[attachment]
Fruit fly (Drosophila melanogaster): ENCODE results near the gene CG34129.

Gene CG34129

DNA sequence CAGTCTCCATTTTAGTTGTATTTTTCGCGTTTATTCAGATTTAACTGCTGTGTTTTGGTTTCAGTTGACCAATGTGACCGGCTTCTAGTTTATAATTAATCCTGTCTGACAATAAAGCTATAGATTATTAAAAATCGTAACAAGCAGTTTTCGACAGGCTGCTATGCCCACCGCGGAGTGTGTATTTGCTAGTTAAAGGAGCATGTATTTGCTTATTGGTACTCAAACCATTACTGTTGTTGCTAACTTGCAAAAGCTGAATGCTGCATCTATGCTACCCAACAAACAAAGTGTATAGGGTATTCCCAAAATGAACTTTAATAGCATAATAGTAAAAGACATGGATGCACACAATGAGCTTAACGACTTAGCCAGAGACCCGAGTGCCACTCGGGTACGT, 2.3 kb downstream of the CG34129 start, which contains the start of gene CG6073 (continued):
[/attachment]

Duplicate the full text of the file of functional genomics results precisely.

Fruit fly (Drosophila melanogaster): ENCODE results near the gene CG34129.

Gene CG34129

DNA sequence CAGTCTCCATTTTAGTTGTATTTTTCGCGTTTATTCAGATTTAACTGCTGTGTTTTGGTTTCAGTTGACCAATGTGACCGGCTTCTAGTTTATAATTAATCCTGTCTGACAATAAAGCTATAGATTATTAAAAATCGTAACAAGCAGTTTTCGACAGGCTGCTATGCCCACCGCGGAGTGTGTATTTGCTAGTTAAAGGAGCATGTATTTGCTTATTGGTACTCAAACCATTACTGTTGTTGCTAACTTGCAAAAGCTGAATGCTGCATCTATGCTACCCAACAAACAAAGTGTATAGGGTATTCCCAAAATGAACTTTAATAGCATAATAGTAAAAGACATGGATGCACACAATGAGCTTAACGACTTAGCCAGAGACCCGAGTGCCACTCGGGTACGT, 2.3 kb downstream of the CG34129 start, which contains the start of gene CG6073 (continued):